Zoek in de site...

Linguistic variations and historical changes in language

Prof. Ans van Kemenade, Professor in English Language and Culture

Ans van Kemenade

The CLS group of researchers working on language variation and change is primarily interested in linguistic variations related to discourse factors and historical changes in grammar and information structure. Professor Ans van Kemenade, “The most exciting part of our research is testing theories about language variation by examining the historical development of a language. This is a highly dynamic enterprise, dealing with the interaction between sentence structure, discourse ordering, and the evolving socio-historical surroundings in which a language changes.”

Scientific breakthroughs
In testing their theories, the researchers use large collections of old texts in which all linguistic elements are thoroughly described and categorized. These so-called corpora are suitable for detailed analyses of language patterns and language developments. Studying data in this way has resulted in several breakthroughs in recent years, in particular in improving our understanding of word order variation.language change

Example sentence from the Penn-Helsinki Parsed Corpus of Middle English (PPCME2).

These breakthroughs relate to verb-second variation. In languages with verb-second order, such as Present-day Dutch, the finite verb takes the second position in a main clause. Middle English texts feature some striking variation with respect to verb-second word order, prior to its loss towards the end of the Middle English period. This variation has been shown to be crucially influenced by a combination of structural factors, information ordering, and changes in rhythm and stress.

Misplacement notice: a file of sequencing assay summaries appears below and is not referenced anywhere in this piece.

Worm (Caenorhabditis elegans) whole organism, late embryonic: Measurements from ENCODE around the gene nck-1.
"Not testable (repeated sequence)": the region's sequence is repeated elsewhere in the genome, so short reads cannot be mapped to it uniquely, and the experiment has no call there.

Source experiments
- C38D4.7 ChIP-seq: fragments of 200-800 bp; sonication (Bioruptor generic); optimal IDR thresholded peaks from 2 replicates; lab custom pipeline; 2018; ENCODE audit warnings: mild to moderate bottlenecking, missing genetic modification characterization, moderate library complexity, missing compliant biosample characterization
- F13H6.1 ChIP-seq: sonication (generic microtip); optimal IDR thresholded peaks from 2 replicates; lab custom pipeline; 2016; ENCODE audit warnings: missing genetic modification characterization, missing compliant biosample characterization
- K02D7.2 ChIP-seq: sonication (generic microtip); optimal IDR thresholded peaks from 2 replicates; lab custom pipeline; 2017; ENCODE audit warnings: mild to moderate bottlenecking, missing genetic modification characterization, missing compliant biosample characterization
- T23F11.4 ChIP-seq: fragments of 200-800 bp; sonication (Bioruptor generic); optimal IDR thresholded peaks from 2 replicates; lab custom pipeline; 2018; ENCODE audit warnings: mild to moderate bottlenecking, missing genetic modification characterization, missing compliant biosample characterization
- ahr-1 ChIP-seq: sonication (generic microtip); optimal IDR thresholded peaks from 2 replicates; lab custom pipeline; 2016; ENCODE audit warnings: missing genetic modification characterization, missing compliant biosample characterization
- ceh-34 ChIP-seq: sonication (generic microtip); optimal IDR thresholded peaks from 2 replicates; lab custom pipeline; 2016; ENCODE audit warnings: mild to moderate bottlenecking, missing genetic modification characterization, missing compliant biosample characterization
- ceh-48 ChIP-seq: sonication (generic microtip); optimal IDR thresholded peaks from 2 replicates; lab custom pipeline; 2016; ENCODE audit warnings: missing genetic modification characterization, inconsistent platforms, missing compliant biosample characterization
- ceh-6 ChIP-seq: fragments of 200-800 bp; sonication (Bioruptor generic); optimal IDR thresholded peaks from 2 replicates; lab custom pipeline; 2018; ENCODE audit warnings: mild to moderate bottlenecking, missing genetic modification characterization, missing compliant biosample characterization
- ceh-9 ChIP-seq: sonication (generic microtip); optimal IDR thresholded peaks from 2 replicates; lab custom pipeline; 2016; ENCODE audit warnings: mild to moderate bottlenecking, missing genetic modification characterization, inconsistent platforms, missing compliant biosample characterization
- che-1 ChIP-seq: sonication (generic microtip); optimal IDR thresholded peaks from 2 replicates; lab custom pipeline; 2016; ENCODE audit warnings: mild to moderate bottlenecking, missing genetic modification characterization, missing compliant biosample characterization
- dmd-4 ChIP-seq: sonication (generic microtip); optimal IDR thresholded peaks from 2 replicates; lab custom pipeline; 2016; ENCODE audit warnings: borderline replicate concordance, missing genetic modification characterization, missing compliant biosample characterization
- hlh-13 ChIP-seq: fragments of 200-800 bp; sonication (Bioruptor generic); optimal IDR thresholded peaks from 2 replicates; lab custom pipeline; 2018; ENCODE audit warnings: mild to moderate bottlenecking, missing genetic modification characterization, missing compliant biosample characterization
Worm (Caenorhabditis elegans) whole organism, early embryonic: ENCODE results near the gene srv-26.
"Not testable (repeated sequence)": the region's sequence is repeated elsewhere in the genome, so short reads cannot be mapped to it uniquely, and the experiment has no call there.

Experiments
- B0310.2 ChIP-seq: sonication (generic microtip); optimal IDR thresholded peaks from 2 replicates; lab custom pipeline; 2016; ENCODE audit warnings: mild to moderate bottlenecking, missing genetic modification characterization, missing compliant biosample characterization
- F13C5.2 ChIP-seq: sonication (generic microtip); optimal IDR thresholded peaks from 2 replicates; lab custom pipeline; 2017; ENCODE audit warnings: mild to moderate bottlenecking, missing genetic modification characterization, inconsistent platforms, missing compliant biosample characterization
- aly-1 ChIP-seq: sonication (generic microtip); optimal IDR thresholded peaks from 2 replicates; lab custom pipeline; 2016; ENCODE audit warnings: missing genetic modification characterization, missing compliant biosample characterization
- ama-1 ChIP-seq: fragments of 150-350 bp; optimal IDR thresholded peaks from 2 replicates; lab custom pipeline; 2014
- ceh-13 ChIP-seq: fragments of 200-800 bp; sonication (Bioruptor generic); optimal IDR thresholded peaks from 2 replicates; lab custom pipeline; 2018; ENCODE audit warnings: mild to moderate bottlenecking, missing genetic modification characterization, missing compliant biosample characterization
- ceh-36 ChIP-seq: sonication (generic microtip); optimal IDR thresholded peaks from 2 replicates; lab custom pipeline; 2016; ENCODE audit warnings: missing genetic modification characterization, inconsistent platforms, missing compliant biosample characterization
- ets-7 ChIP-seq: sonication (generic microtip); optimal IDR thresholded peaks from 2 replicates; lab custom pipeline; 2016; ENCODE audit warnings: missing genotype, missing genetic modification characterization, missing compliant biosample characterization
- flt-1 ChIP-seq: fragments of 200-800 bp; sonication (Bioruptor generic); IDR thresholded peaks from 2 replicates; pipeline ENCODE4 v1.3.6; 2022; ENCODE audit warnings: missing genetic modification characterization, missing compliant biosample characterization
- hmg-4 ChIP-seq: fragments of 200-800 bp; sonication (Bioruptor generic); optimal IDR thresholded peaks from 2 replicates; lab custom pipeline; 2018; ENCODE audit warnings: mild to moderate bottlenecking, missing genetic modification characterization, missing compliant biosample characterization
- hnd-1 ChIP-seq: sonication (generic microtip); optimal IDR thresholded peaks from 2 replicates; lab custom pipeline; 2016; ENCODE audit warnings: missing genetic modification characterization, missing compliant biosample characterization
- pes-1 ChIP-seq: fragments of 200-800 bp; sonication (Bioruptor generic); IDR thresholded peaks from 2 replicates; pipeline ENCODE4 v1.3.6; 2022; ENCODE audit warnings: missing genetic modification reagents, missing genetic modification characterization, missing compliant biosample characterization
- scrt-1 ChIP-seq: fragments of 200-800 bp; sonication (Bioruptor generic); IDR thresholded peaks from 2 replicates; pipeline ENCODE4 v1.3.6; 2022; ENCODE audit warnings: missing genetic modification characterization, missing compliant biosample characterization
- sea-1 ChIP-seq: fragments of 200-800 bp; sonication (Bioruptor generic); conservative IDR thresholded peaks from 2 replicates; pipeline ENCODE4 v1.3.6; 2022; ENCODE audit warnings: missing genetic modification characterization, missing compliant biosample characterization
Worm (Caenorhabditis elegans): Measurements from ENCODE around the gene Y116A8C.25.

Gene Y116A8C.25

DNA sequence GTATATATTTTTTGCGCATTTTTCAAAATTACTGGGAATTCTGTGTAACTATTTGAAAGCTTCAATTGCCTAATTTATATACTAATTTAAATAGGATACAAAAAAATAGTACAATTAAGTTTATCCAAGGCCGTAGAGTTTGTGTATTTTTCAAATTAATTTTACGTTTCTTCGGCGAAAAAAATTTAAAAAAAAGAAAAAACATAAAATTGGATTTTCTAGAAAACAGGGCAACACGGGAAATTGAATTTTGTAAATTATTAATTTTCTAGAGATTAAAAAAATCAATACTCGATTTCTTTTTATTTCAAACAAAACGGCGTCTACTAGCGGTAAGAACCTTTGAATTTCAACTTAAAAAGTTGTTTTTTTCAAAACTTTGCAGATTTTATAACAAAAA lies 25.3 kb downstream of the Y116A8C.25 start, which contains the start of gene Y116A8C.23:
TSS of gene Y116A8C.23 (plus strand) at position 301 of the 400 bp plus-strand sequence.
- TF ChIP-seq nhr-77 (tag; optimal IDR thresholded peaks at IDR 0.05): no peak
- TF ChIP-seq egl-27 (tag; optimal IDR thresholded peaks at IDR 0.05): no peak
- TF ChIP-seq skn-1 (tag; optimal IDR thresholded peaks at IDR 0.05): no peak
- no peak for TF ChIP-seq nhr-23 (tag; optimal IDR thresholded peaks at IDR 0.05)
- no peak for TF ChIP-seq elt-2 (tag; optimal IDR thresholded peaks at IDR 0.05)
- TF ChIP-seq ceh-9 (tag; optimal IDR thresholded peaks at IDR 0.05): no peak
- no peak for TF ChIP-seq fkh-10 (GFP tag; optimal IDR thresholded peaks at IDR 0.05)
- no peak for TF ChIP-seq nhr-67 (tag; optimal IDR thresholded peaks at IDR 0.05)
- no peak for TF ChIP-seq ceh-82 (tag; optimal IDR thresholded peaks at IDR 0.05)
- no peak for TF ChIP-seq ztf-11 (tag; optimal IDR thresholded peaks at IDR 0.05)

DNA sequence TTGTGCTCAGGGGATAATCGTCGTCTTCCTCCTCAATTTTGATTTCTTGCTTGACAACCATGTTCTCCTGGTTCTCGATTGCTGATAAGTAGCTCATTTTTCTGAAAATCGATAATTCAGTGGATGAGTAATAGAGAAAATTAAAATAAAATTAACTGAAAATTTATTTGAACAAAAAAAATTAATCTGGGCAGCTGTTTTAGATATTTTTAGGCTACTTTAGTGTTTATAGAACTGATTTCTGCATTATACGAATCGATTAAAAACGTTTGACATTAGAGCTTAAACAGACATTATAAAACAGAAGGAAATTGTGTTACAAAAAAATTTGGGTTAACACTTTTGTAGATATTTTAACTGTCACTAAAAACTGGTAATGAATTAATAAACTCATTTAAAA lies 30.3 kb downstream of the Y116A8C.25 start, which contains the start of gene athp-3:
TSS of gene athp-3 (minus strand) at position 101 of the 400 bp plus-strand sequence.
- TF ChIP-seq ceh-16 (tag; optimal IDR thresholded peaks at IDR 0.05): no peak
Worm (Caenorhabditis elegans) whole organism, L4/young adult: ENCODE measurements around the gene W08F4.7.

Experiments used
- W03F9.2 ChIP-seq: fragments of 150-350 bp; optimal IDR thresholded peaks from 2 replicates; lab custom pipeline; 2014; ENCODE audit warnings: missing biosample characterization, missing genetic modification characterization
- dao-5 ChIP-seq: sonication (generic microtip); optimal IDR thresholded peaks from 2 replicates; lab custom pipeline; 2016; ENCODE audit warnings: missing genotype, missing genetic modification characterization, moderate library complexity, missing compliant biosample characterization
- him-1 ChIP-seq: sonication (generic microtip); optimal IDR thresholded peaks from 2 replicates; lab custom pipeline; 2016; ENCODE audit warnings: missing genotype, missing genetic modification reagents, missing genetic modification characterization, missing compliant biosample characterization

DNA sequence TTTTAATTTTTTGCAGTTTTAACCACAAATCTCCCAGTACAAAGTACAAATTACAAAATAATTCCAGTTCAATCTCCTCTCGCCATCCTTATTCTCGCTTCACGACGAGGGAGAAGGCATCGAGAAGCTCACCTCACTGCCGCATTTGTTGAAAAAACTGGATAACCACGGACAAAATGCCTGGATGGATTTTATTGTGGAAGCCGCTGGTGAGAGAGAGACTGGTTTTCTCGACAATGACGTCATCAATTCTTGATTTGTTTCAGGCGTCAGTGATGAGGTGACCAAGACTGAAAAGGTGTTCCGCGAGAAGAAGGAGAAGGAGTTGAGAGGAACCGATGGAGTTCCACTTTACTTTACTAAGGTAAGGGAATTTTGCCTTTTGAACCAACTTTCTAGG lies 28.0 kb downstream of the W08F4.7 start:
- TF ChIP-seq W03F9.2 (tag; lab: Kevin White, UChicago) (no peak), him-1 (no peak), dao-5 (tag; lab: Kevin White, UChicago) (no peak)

New technologies
The rise of new technologies has opened doors for new, innovative pursuits in the field of language variation and change. “Working together with researchers from various disciplines, we aim to combine historical linguistics with psycholinguistics and with computational linguistics,” says Van Kemenade. Approaching large data collections with computational techniques, CLS researchers can clarify historical language variation and change in a robust, yet linguistically responsible way. By integrating demographic information about a given population in a specific historical period on the one hand, and information about the different grammatical systems brought in by the various members of that population on the other, they develop comprehensive models to simulate situations of language contact. Van Kemenade, “These models will help us to achieve our goal of gaining fundamental insights into the relation between language systems and language use.”